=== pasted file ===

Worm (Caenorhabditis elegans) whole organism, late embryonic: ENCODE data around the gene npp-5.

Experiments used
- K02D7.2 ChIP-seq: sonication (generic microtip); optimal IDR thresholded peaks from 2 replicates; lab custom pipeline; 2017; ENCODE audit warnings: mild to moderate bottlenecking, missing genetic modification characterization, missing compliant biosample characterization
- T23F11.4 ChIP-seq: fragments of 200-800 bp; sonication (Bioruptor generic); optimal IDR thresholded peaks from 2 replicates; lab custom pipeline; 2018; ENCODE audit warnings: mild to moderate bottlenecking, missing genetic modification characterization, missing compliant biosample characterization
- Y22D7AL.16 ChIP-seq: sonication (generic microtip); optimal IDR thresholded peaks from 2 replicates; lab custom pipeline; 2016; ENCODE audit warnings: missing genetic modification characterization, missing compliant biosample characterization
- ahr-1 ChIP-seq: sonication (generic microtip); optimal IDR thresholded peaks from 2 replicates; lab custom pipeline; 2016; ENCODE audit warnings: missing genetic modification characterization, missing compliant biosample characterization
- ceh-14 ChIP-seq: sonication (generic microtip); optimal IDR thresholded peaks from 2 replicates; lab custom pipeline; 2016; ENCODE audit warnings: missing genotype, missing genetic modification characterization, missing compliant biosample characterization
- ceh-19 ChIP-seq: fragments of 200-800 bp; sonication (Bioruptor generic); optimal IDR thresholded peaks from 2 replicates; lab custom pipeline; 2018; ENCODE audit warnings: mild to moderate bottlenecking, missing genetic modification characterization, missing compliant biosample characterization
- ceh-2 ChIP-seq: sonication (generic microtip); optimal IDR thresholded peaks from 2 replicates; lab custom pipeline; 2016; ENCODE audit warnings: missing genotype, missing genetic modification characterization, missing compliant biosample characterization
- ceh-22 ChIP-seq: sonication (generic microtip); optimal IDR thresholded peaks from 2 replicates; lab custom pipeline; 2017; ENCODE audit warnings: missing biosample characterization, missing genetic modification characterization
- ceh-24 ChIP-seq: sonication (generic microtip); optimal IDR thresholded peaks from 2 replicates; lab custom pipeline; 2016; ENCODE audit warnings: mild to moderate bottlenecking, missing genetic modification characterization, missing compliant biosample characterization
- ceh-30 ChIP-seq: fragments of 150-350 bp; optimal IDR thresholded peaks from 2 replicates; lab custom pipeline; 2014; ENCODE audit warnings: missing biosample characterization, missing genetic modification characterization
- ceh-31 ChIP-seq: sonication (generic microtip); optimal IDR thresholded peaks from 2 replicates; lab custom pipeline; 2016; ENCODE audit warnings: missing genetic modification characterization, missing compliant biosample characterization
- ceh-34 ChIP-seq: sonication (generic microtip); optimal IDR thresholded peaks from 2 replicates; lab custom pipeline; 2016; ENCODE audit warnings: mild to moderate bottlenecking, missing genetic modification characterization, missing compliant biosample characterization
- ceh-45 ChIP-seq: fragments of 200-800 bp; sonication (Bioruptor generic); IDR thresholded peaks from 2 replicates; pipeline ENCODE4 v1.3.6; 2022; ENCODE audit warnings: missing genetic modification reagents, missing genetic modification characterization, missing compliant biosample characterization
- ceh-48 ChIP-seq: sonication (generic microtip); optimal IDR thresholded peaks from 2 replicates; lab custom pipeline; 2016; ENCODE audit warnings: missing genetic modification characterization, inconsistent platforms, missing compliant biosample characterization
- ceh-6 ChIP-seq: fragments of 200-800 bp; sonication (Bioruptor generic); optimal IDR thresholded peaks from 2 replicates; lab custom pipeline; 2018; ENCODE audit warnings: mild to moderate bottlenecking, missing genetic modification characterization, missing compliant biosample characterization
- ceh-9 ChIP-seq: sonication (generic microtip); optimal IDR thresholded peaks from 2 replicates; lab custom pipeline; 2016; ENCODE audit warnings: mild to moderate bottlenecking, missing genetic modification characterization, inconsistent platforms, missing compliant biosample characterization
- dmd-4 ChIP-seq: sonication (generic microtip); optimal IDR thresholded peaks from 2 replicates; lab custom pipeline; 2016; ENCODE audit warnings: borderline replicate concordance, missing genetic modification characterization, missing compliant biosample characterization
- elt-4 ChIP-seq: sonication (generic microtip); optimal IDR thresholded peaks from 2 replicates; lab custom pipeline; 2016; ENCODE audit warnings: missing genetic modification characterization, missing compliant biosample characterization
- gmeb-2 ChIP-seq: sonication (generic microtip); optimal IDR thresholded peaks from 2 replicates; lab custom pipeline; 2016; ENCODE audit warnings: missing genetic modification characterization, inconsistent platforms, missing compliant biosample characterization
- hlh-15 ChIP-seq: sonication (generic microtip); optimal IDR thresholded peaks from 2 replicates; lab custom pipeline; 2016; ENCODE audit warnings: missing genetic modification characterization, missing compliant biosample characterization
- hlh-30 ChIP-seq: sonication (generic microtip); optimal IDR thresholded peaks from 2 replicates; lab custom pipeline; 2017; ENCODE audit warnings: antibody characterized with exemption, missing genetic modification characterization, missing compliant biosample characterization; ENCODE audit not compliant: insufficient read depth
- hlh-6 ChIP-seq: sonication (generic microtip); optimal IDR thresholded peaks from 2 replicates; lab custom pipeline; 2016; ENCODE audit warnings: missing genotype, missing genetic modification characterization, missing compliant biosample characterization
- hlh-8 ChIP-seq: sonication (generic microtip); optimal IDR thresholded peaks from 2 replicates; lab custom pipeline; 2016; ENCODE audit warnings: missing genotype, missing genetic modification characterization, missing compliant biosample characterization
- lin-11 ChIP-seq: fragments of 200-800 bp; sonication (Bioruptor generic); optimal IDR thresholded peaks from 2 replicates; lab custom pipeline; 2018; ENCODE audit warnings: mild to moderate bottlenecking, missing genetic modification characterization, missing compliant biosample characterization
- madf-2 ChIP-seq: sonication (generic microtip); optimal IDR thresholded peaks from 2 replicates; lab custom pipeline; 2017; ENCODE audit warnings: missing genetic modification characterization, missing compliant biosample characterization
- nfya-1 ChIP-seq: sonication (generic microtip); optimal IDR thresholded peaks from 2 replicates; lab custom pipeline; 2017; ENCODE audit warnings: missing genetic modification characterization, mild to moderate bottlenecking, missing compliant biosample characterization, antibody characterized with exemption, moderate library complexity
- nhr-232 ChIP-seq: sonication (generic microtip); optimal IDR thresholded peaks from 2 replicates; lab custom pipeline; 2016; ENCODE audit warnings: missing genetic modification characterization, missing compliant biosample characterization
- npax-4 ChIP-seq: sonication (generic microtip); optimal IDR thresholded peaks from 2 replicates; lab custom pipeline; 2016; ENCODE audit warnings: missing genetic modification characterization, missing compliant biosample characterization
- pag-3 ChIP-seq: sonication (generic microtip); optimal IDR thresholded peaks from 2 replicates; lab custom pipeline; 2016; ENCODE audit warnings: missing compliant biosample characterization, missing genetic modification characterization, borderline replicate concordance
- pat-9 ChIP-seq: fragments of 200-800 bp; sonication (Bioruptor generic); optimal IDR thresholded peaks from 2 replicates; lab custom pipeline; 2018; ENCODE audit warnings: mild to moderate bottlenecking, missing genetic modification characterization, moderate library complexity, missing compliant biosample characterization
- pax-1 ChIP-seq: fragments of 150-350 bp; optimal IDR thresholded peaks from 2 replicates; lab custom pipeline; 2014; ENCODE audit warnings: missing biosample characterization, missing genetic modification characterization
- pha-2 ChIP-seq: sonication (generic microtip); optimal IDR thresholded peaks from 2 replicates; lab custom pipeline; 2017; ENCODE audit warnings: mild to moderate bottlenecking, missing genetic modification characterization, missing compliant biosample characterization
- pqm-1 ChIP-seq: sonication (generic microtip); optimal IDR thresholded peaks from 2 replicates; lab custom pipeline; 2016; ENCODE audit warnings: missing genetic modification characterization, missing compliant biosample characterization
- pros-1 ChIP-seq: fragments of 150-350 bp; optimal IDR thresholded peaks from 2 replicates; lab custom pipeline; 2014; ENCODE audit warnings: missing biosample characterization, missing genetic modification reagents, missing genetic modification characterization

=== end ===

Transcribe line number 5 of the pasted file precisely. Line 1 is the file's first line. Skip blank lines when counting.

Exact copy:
- Y22D7AL.16 ChIP-seq: sonication (generic microtip); optimal IDR thresholded peaks from 2 replicates; lab custom pipeline; 2016; ENCODE audit warnings: missing genetic modification characterization, missing compliant biosample characterization